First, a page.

Beauty Mode | Buying Fancy Skincare

Beauty Mode | Buying Fancy Skincare

This isn't my first "fancy skincare" rodeo.  After a childhood and adolescence remarkably free of any skin issues - think never a single pimple - my late teens and early twenties were marred by eczema on my face (ideal, just what you want when you're at your most psychologically fragile as a human).  Hard core prescription drugs eventually dealt with that debacle in the space of a single week, but now that I'm in my 30s, my skin has decided to introduce an array of new issues, including but not limited to:

  • Stress-related eczema.  Luckily I have a life free of stress OH WAIT
  • Dehydration (thank so much Wellington wind) and some general sensitivity (thanks hayfever)
  • Also oiliness (great *rolls eyes*)
  • And therefore occasional spots that are limited in quantity but deep and prepared to stick around for a while. 

That's right people, I am not the #flawless unicorn that occasionally presents in photos on this blog.  (My secret is direct, intense sunlight, and some light-diffusing makeup - that situation will blur out anything.) 

As we also know from last week, I decided to give up animal testing in 2018 so when I started to run low on my Kiehls ultra facial moisturising cream it was time to head to Aesop and pick up the moisturiser I'd tested in February and really, really liked.  This blog post (finally) is about that experience. 

Look, I understand that buying fancy products from David Jones might be intimidating.  There are still shops in Wellington that I haven't entered because they seem too fancy/sophisticated for me (which is bullsh*t, I know, I know).  Here's what I recommend: go online and find out how much things cost before you go into the store.  Really, what you feel awkward about is how expensive things might end up being, so go prepared.  Read a few blurbs and reviews so you feel like you have, if not the upper hand, at least the relatively equal hand.  And remember, although the customer service experience varies WILDLY in David Jones, they do actually want you to buy things and also, return to buy more things.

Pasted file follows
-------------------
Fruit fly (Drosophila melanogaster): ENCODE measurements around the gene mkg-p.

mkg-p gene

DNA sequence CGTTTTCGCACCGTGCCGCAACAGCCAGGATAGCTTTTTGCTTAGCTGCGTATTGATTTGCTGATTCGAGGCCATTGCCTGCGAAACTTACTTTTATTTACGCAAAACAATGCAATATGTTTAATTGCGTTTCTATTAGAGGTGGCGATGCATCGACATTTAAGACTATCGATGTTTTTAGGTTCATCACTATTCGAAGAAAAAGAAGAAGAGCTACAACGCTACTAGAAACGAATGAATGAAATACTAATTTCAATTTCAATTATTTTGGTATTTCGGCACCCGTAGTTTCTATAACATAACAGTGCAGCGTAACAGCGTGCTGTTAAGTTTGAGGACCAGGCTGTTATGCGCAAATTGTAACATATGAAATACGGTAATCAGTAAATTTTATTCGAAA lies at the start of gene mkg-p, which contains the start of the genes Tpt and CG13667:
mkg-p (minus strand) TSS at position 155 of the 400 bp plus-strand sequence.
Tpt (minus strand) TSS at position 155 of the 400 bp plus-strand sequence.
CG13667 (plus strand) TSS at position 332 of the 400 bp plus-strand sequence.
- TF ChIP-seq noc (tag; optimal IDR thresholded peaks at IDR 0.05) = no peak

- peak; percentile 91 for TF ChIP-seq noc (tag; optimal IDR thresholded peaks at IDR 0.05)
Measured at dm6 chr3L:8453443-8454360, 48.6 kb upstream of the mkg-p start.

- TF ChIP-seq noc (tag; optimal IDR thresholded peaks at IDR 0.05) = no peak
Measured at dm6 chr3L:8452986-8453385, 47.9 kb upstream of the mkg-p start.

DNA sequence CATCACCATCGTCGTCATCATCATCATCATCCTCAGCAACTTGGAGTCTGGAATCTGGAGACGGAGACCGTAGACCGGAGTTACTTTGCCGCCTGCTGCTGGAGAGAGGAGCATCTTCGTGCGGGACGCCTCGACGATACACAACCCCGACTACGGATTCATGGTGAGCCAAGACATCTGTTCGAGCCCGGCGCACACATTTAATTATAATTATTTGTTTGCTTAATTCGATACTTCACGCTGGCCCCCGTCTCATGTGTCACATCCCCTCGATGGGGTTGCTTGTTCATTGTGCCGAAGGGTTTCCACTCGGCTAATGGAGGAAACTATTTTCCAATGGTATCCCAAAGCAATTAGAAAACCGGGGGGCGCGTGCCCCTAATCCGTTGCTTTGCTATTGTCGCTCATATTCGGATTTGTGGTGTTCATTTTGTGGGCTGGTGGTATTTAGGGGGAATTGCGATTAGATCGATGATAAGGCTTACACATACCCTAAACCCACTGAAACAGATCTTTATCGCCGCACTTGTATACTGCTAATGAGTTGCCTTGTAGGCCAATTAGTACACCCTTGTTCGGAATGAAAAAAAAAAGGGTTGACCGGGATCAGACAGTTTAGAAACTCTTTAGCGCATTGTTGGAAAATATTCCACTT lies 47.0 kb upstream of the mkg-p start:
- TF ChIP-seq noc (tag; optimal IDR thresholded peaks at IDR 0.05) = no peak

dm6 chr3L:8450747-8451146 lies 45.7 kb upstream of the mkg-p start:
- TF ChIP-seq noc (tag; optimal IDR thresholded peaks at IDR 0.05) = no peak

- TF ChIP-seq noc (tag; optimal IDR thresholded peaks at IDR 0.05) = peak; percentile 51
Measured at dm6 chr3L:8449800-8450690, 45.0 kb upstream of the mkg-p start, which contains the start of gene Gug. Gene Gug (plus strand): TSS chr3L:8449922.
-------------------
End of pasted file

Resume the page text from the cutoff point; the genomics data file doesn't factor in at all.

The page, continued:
My further and Aesop-specific advice is to make sure that Joshua serves you.  If he's not there when you go in, immediately leave and continue to return at random times until such time as he is there.  You will be able to tell you have the right guy because he will have the immaculate skin of your dreams, he will have a wonderful manner that makes you feel cherished and relaxed, and also he'll be wearing a name tag.  His voice is a living ASMR video.  He will get to the heart of your skin issues without you ever feeling judged.  He will wash your left hand with cleanser, apply toner, and then some kind of moisturiser in order to demonstrate the products and it will somehow be even better than that really amazing and insanely expensive facial you had that one time.  Your price research will come in handy because you will feel that you need to buy everything he recommends.  He will accept your decision to never use an oil cleanser "because they seem yuck" and he will explain that you should really be applying toner with your hands. 

 To recap: I only went in for moisturiser. 

To recap: I only went in for moisturiser. 

When you get home, you will want to immediately wash your face with your fancy new cream cleanser because you will be sure it is magic and you will see instant results.  I am sorry to tell you, this is not the case.  However, every time you use your fancy and aesthetically-pleasing products, you will remember how nice it was to be looked after by a lovely person for ten minutes on a Saturday, and you'll experience a tiny big of that niceness again.  That may in fact be the secret to Aesop's success - the emotional effect of their excellent customer service may be the thing that soothes my annoying skin.  Alternatively, I guess I could stop eating so much sugar. 

Check back in a month for my thoughts about how these products actually perform, but in the meantime - may all your shopping endeavours be like my encounter at Aesop. 

This post is not sponsored.  I just wanted to tell you about how good this experience was, and throw out a few hints for those who are put off by fancy department stores.